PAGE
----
Amherst College In Memory Notice
After his graduation from Amherst cum laude in 1963, Alfred P. Bergner graduated from Harvard Law School in 1966 and received a master’s degree in taxation from New York University Law School in 1967. He then clerked on the United States Tax Court for Chief Judge William Brennen, following which he was in the private practice of law in Washington, DC. It was in Washington that he met his wife, Jane, also a tax lawyer, to whom he was married for thirty-four years before dying of a brain tumor on September 24, 2002, three weeks before his sixtieth birthday and seventeen months after diagnosis of his disease. He was the father of two children, Lauren ‘95 and Justin (Yale ‘98). He was active in fundraising for Amherst and was a past president of the Washington, DC, chapter of the American Friends of the Hebrew University, where he endowed a perpetual scholarship. He was a kind and gentle person with a wry sense of humor, high intellect, and outstanding judgment.
Justin Bergner’s remarks: “My dad lived a wonderful life that was spectacular for its simplicity. His hobbies were simple; he liked to read the newspaper, watch ‘Seinfield’ and go running. He liked things to break around the house so that he could obsess over how to fix them. I cannot think of many things that made my dad happier than a good bargain. It never made sense to me why he pinched pennies, but in the end, it was very endearing and led to many a good laugh.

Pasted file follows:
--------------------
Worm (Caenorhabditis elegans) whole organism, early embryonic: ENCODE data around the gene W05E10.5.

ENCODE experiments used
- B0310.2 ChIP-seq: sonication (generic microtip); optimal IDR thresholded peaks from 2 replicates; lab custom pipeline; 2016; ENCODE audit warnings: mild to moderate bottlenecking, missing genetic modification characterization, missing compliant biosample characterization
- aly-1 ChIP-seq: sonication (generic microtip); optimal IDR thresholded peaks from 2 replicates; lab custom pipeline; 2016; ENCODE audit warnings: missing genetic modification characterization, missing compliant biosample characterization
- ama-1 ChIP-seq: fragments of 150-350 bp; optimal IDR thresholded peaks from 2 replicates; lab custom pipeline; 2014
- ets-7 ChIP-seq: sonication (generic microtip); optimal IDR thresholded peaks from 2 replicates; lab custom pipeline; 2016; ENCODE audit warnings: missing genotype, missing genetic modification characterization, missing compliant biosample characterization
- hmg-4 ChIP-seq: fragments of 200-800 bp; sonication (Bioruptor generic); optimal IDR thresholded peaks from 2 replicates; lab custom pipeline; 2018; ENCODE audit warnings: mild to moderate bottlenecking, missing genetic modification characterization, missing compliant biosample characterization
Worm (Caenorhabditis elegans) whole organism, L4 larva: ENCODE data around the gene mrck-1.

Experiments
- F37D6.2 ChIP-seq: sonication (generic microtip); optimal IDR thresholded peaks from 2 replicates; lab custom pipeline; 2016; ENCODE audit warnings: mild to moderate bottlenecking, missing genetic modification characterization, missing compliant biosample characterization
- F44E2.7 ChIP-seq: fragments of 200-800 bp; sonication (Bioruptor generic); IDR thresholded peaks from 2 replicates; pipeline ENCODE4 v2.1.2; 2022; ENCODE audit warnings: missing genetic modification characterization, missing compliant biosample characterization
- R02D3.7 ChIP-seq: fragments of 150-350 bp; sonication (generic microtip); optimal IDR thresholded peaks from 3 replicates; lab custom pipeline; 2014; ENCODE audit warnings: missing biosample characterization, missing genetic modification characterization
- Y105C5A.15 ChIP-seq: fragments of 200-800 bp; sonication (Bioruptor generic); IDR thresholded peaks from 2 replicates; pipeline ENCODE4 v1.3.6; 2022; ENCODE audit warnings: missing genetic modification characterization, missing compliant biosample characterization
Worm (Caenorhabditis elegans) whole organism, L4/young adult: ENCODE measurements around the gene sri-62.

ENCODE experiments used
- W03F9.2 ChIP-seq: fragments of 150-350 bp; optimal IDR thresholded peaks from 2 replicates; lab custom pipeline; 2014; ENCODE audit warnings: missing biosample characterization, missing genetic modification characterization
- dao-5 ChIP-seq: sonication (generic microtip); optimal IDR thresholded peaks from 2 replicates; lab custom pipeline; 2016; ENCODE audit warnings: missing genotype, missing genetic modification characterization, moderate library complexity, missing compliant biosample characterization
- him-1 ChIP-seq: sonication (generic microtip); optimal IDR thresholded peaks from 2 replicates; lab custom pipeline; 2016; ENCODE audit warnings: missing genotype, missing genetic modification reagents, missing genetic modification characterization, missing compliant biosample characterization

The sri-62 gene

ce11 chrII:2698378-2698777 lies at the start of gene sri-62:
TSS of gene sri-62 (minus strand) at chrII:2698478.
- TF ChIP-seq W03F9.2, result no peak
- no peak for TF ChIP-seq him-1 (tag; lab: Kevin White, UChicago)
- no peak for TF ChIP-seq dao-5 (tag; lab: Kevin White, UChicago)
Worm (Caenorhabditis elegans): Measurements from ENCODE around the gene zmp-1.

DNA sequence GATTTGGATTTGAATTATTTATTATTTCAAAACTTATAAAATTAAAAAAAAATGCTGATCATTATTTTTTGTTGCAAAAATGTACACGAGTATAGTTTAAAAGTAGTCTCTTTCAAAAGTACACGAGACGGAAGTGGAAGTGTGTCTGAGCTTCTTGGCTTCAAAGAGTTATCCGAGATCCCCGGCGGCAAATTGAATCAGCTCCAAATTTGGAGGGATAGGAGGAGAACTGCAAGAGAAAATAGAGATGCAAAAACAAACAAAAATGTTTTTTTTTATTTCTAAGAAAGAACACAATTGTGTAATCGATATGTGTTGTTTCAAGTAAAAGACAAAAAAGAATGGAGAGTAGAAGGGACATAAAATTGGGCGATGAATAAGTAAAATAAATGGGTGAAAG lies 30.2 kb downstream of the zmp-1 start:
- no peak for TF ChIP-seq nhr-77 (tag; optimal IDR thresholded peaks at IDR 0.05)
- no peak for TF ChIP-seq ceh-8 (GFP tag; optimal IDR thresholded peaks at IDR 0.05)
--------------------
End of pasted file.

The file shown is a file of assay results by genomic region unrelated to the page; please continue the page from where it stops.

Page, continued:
“As smart and athletic as my dad was, he was always looking for his kids to overtake him. My dad prided himself on being in good shape, and by God he was. And he’d do sit-ups every day into his fifties.
“As I look back on my father’s life, I realize that he died a very content man. He was really able to simplify life to its core elements: he focused on being a good spouse and son; having a successful career; and treating other people kindly. And he succeeded in all three areas. He learned to find joy in the everyday responsibilities in life, such as cooking, home improvement, and personal financial management. In a day and age when many people make life more complicated than it needs to be, my dad lived a simple life and ended up very happy. In doing so, he didn’t transform the world, but he made it a much better place for those around him.”